13 Nov Massachusetts and the Recent Pivot on Amazon Third-Party Sales Tax
The recent mass email from Amazon informing the FBA community that Amazon will comply with the subpoena issued by the MA DOR re: demand for all FBA records relating to Amazon’s DC in the state should come as no surprise. Over the last 2 years, several state Departments of Revenue have initiated special compliance programs aimed specifically at FBA e-tailers with CA leading the way. In our conversations with the CA BOE executive leadership, the BOE was “going to identify every FBA with inventory in the state” and bring the industry into compliance. Other states began “desk audit” programs well before the beginning of 2017 with the common goal of full compliance by the FBA community. All of these programs were initiated without a demand or subpoena issued to Amazon for FBA inventory information. While the story broke about MA suing Amazon to produce the FBA records on 9/26/17, anyone who has sufficient experience dealing with state Departments of Revenue knows that the initial request for information would have taken place months ago. Every state has in its laws the ability to demand books and records related to a taxpayer’s operations within its state. A state does not issue a subpoena with its first, second, or even possible its third records request (each request has a stated time period, i.e. 10, 15, 20 or 30 days in which the taxpayer must produce). Subpoenas are issued only after a taxpayer has either ignored the multiple requests or has answered negatively in the affirmative to each production request.
As a result of Amazon’s compliance with MA, each FBA should review their records and document exactly when owned-inventory was sent to Amazon’s MA DC. This is exceptionally critical as sales made to customers inside MA before the date of first inventory should not be assessed sales tax; only sales made on that date forward (all sales to MA, not just sales where product was delivered from the MA DC to a MA-based customer). Securing the detail sales and inventory documentation also prevents MA from “projecting” liability due to missing/incomplete records. Finally, as Amazon advised in its email this week, each FBA should contact their tax professional (or secure subject matter experts in sales tax) to discuss their specific circumstances.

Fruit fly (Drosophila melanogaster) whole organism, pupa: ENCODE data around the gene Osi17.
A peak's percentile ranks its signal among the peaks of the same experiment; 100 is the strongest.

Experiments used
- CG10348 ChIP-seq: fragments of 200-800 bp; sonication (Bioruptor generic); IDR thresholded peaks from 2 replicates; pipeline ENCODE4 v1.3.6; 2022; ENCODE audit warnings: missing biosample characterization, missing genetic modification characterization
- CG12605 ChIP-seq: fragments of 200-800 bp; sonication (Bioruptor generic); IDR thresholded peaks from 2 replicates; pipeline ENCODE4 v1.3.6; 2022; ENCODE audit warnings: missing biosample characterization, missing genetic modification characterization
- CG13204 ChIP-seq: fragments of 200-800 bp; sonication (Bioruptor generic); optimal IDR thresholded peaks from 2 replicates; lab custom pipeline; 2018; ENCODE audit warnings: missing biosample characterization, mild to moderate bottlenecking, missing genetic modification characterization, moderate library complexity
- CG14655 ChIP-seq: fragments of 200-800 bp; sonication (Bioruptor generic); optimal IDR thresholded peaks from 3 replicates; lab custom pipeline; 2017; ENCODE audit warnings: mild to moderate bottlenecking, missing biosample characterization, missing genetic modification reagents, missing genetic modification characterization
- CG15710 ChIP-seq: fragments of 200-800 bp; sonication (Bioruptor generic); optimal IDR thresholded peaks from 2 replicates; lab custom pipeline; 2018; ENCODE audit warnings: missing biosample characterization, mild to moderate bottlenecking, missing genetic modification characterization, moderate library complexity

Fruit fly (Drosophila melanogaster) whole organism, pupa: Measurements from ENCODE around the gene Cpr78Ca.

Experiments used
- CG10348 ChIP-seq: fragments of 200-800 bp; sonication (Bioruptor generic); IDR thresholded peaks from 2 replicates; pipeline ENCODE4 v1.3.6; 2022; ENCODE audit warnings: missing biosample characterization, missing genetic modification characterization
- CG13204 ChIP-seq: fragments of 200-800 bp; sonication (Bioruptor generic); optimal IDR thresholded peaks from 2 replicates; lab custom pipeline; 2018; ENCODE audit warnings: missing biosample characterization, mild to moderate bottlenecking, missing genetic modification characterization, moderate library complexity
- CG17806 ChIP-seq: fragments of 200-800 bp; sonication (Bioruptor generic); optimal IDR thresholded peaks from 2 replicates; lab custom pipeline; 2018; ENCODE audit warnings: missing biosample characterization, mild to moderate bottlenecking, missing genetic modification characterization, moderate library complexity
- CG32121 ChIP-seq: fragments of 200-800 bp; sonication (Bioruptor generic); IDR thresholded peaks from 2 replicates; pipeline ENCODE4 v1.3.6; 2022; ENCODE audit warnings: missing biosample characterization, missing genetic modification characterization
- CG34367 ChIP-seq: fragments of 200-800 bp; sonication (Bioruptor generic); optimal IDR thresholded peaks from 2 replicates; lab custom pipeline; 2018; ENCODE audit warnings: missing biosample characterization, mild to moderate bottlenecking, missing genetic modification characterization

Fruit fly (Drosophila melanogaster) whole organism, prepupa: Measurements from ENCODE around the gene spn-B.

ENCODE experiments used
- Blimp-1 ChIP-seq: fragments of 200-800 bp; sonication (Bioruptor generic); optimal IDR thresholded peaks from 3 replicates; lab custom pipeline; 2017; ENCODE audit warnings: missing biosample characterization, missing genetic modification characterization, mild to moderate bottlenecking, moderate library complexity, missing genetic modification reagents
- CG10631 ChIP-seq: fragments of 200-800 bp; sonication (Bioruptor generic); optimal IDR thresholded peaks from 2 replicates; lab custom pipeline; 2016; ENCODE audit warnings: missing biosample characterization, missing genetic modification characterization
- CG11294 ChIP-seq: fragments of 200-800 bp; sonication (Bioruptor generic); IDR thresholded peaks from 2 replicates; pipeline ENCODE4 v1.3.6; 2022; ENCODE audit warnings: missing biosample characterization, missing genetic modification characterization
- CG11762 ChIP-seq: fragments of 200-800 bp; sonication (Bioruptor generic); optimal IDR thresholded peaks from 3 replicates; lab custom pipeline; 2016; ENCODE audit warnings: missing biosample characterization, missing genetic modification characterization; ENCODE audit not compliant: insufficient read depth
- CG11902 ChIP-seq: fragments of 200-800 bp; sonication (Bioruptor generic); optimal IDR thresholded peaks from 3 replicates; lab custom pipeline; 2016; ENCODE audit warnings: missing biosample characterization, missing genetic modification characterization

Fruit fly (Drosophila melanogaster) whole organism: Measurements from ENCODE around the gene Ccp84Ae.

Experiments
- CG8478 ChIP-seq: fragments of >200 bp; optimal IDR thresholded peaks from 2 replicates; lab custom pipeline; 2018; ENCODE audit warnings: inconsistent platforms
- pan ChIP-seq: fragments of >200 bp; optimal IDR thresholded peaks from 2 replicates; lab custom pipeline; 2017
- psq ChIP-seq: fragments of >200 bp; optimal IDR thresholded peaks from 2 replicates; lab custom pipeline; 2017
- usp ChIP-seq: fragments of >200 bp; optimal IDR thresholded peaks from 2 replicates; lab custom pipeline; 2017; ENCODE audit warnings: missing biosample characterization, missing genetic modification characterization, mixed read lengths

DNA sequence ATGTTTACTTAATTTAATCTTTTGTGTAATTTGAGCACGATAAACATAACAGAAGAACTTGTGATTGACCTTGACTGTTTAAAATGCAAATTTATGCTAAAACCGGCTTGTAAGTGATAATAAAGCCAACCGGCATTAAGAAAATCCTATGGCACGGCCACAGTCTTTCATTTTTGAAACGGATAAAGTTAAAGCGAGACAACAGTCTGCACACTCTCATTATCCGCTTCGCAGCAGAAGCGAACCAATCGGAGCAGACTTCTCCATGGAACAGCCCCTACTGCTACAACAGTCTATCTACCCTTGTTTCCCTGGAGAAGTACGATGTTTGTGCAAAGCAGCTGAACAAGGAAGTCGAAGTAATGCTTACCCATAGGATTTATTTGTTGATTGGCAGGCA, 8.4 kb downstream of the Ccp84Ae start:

The FBA community must now face the possibility that every state will demand FBA inventory information, for states where Amazon has an existing DC, or FBA sales information in every other state (as Amazon is registered for sales/use tax in all 46 states and Washington D.C. that have an indirect transactional tax regime and as such, would be subject to that jurisdiction’s rules regarding production of documentation). MA was the first, but it will certainly not be the last state to use Amazon’s data to identify FBAs.”